As we head into the holiday break, I am reminded that I now face just one semester as a teacher. I will then retire following 20 years in the classroom. With that in mind, I have been thinking about what is easily the toughest job I’ve ever had.
I’ve had a lot of different jobs over the years. I was a maid for a while, so I cleaned other people’s toilets. I’ve been a server in a restaurant, as well as a bartender. I’ve worked in retail selling clothes. I stood for hours on an assembly line as a cutter in a press clipping bureau. I’ve officiated amateur sports, where on a regular basis spectators and coaches had no qualms about calling me names and questioning my parentage. I was a TV sports reporter where viewers took pot shots at my clothes and hair styles and print reporters gleefully published every error I made.
But none of these rank with the toughest job I’ve ever had: Teaching.
I did not become a teacher until I was 45, a mid-life career change that was not what I expected. I’d grown up with the adage “Those who can’t do, teach.” I thought working in the classroom would be easy, especially considering the jobs I’d had previously.
I couldn’t have been more wrong.
Here’s the thing. Most forms of employment require workers to complete tasks to receive a paycheck. Do your job. Get Paid. Simple. Teachers, however, have to make other people complete tasks. Of course, managers deal with this in the professional world, but teachers generally must make children complete tasks, and convincing kids of the importance of producing completed assignments on deadline is daunting.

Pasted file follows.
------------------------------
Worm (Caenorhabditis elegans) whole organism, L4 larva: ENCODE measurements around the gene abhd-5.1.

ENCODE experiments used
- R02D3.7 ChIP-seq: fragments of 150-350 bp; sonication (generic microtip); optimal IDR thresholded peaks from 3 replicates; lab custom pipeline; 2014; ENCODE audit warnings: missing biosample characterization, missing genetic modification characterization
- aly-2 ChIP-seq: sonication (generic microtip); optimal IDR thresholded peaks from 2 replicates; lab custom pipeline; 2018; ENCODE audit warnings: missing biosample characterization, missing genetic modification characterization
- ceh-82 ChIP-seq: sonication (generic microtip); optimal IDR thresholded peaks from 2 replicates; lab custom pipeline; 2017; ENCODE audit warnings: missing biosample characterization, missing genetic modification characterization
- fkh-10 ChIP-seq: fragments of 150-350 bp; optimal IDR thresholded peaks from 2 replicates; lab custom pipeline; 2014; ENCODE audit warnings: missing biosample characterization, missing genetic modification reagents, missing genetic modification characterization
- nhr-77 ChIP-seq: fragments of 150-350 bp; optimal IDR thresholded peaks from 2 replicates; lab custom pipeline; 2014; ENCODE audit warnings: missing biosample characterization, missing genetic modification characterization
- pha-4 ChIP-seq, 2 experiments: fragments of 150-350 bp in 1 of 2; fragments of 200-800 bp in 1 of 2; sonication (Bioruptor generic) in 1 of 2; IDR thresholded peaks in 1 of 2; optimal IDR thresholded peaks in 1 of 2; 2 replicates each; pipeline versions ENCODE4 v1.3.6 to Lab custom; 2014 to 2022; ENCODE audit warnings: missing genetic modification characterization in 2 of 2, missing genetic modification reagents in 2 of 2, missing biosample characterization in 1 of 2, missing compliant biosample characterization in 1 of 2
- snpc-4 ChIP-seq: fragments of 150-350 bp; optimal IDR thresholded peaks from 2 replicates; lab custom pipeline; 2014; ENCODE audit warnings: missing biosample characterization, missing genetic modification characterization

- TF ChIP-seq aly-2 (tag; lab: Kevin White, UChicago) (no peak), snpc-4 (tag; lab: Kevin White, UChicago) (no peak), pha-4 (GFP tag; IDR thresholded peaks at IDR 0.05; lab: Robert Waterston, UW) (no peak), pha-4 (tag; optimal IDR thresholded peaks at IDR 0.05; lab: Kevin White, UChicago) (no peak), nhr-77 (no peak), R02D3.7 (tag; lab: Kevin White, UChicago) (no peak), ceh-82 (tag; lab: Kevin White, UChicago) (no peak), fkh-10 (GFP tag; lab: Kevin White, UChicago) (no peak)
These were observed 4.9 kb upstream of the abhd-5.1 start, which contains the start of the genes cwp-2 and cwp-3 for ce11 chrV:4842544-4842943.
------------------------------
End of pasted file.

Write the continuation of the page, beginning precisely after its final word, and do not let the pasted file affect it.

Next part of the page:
I tried to be a hard-ass early on, which resulted in a mini revolution.
“We don’t need you!” A pretty student yelled from her desk. Then she stood and summoned the others, every one of whom followed her out the door. I stood in front of that empty classroom and cried.
What I failed to realize was that children are individuals with individual needs. I teach in a Title I school where the vast majority of students live in poverty, their lives affected by abuse, neglect, addiction, hunger, homelessness, and abandonment. When I first became a teacher it never occurred to me that these predicaments made school secondary. It seems silly now that I never considered a hungry child might be unable to think about homework.
Slowly, I came to understand that teaching was not just about passing information along in an orderly progression. I also had to grasp what a child might be going through outside of school, before I could figure out how to help them grow.
I am now in the middle of my 20th year as a teacher. At the end of the school year, I will leave my classroom for the last time. Like any teacher, I wonder if I’ve done any good. I hope so, but rarely do teachers hear from students after they graduate, so we never really know if our classroom methods worked or not.
All we can do is hope.
Blank Slate Press/Amphorae Publishing Group
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As a Vietnam veteran and former Special Forces sniper descends into the throes of mental illness, he latches onto a lonely pregnant teenager and a group of Pentecostal zealots – the Children of Light – who have been waiting over thirty years in the Arizona desert for Armageddon. When the Amtrak Sunset Limited, a passenger train en route to Los Angeles, is derailed in their midst in a deadly act of sabotage, their lives are thrown into turmoil. As the search for the saboteurs heats up, the authorities uncover more questions than answers. And then the girl vanishes. As the sniper struggles to maintain his sanity, a child is about to be born in the wilderness.